PARIS — My daily trips riding the Metro and disembarking on Michel-Ange-Molitor to walk 1,100 meters before entering Stade Roland Garros have come to an end. Here are some thoughts on the only Grand Slam event played on clay:
1) If you want a sampling of the same red clay in Paris, there’s one in Cebu. It’s called CitiGreen Tennis Resort and it’s found in Labangon. Operated by Jade Abangan and her team, which includes the Siso siblings (Niño and Em-Em), the two red-clay courts in CitiGreen resemble RG. Both possess the same color. Both are slippery and have sand at the surface. For those who have yet to visit CitiGreen, you must. What’s better in Cebu than in Paris? CitiGreen is indoor.
2) Yesterday, I focused on the power game in men’s tennis. Boom-boom, bang, smash! It’s all about obliterating that ball as hard as one’s muscles could. Well, that’s true. But you know what tactic I’ve also observed here? Finesse. And nobody employs this one-two, power-and-finesse manuever than the world no. 1 Novak Djokovic. It’s called the drop shot. And on clay, it’s essential. Because players stand so far behind the baseline (because of the looping topspin), the occasional drop shot is essential. Djokovic has been using this surprise often. It has worked.
3) How much money does the champion earn? First, you have to win seven times. From the first round until the Finals, you play seven times. The prize: 1.8 million Euro. Multiplied by P50 to a Euro, that’s P90 million. That’s a lot of pesos. (But compared to Pacman’s earnings in Las Vegas, the RG champ, after two weeks of hard-hitting work, his take-home pay is miniscule.) The men and the women receive the same reward — even though the men play 3 out of 5 and the girls play only 2 out of 3. It’s called equal rights. A rightful decision.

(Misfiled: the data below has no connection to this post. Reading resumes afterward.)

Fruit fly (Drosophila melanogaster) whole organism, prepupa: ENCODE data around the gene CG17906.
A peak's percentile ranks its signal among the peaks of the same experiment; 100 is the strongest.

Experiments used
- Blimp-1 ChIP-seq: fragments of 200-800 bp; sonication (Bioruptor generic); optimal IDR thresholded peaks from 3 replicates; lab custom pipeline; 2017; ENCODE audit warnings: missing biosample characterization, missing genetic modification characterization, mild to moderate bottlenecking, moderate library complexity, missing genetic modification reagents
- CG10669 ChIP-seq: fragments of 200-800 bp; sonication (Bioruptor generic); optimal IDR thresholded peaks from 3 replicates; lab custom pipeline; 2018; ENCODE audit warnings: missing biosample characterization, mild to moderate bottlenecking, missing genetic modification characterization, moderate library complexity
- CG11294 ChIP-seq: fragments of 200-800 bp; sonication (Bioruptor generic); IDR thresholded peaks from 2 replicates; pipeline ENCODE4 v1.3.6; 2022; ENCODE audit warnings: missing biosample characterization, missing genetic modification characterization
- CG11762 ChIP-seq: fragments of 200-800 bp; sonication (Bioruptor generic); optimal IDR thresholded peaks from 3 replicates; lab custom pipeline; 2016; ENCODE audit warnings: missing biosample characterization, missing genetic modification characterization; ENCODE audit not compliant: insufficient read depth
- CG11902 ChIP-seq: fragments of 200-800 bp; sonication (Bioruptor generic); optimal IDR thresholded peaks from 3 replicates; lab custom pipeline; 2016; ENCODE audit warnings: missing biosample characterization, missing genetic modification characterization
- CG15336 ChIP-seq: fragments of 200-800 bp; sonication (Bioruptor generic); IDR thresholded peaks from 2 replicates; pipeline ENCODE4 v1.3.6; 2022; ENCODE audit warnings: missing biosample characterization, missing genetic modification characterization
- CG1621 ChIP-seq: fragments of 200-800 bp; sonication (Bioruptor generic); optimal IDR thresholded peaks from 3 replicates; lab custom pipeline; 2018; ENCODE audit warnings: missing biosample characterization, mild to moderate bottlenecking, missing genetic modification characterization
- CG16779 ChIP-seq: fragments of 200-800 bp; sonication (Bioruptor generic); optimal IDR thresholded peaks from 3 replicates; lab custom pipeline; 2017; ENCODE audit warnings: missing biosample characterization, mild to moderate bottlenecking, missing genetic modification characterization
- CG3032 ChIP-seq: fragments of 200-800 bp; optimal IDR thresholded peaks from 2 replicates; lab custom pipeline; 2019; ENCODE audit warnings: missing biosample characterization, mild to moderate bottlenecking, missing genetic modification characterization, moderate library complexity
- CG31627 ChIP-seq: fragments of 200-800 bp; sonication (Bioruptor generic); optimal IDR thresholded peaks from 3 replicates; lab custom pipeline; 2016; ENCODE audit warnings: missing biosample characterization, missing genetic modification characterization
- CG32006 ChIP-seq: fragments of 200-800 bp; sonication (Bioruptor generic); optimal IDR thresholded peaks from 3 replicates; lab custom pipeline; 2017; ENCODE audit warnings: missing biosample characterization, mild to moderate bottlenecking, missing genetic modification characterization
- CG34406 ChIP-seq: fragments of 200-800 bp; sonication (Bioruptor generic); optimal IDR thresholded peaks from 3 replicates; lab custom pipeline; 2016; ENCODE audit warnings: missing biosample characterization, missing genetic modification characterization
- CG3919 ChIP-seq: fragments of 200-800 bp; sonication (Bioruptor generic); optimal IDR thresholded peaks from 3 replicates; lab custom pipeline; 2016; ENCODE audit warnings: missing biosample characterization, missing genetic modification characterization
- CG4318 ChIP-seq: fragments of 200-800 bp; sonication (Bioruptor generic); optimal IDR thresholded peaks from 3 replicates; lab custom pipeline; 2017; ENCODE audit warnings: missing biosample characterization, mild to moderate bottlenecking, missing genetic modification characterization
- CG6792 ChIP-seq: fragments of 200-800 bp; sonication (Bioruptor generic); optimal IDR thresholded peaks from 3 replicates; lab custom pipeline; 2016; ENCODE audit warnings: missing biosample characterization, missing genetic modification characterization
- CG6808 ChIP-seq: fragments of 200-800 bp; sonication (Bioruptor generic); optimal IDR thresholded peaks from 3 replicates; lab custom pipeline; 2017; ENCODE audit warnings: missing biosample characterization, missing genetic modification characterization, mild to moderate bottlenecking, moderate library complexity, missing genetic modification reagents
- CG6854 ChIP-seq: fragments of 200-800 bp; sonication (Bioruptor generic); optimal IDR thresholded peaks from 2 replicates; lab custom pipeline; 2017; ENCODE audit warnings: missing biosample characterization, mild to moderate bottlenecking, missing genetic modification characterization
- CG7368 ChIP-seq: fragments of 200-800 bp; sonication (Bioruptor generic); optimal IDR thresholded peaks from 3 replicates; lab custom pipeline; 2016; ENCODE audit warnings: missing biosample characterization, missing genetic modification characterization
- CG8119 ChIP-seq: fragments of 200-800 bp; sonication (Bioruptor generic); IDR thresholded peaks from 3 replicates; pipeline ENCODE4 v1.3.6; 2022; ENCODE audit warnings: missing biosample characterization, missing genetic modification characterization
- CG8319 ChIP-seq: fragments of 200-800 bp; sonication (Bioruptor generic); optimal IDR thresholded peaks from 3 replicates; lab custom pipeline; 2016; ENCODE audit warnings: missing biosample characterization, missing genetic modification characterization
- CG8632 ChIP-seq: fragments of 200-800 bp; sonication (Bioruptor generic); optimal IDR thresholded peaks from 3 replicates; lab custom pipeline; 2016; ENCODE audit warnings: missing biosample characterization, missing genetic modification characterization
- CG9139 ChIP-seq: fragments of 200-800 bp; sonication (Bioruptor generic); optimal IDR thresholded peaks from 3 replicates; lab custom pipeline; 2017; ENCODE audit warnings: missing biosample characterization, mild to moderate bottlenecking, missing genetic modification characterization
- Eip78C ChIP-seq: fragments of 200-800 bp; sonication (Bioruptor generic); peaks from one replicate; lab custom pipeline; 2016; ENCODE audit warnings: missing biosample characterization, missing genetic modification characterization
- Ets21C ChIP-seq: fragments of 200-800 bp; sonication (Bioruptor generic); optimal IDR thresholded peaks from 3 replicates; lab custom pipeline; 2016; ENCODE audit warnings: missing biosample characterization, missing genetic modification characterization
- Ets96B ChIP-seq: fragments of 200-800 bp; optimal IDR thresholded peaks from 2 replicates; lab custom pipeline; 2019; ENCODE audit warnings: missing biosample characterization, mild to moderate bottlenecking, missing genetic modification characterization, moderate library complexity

4) Did the French invent the game of tennis? Based on my research, it’s possible that the word “tennis” was derived from “tenez.” That’s a French word for “hold” or “take, receive,” which might mean getting ready before one receives the serve.
5) Roland Garros, now on its 114th edition, is the most difficult tennis tournament to win. All matches are best of five. Many turn into marathons, at times running past four hours. The reason: clay-court tennis is tedious. Unlike Wimbledon’s grass or the US and Australian Opens which have fast hard-court surfaces, clay dampens the ball’s speed. That’s why you’ll see back and forth rallies lasting 24 or more shots. It’s physical. It’s sweat-inducing. It’s the most excruciating tenez event.
6) How expensive are the RG tickets? Surprisingly, they’re not overly pricey. During the first days of the week (the best time to visit a Grand Slam), when all the side courts are filled with top names, an Outside Pass entry costs 30 Euro. That’s about P1,500. Not bad for an 11 a.m.-until-8 p.m. stay. For the Philippe Chatrier (center court) tickets, they go for around 60 Euro in the early days. That’s P3,000. Expensive? Sure. But this is a Grand Slam event. For a once-in-a-lifetime experience, it’s worth saving-up for. Of course, when you go to the later rounds (semis and finals), they’re exorbitant: as high as 948 Euro.
7) Tennis is an outdoor sport but RG has followed the route of Wimbledon and the Australian Open by their plan to install a retractable roof on their center court. This is expected to be finished in 2019. The weather here is erratic. One hour it’s sunny; the next it’s cloudy and drops of cold rain sprinkle the 19 degrees air. The French Tennis Federation is also adding another show (covered) court, all targeted for completion in four years.
8) What’s the food like here in Paris? Bread, pan, baguette, croissant, Pain au lait. I miss our garlic rice and sinugbang baboy.
9) To help popularize RG, the organizers did an ingenious act: right in the middle of the Eiffel Tower (the most “selfied” place on earth), they hung an illuminated giant tennis ball with the words “Roland Garros.” Merveilleux!